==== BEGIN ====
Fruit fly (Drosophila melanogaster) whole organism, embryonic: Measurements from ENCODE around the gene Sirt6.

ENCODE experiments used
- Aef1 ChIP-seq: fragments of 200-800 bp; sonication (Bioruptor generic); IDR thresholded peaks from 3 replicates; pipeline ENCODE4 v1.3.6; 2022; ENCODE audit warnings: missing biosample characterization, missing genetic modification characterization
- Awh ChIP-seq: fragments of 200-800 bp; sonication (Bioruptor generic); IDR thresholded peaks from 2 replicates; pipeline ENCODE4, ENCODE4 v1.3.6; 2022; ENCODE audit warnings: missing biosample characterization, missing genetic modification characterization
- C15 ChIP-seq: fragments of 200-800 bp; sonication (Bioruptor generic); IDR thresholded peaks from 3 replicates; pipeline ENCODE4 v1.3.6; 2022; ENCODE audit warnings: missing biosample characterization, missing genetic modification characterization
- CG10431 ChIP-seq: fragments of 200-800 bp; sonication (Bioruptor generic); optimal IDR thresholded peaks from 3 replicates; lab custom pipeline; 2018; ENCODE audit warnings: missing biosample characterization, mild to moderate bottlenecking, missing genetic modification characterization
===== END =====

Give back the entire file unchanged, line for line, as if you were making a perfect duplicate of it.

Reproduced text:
Fruit fly (Drosophila melanogaster) whole organism, embryonic: Measurements from ENCODE around the gene Sirt6.

ENCODE experiments used
- Aef1 ChIP-seq: fragments of 200-800 bp; sonication (Bioruptor generic); IDR thresholded peaks from 3 replicates; pipeline ENCODE4 v1.3.6; 2022; ENCODE audit warnings: missing biosample characterization, missing genetic modification characterization
- Awh ChIP-seq: fragments of 200-800 bp; sonication (Bioruptor generic); IDR thresholded peaks from 2 replicates; pipeline ENCODE4, ENCODE4 v1.3.6; 2022; ENCODE audit warnings: missing biosample characterization, missing genetic modification characterization
- C15 ChIP-seq: fragments of 200-800 bp; sonication (Bioruptor generic); IDR thresholded peaks from 3 replicates; pipeline ENCODE4 v1.3.6; 2022; ENCODE audit warnings: missing biosample characterization, missing genetic modification characterization
- CG10431 ChIP-seq: fragments of 200-800 bp; sonication (Bioruptor generic); optimal IDR thresholded peaks from 3 replicates; lab custom pipeline; 2018; ENCODE audit warnings: missing biosample characterization, mild to moderate bottlenecking, missing genetic modification characterization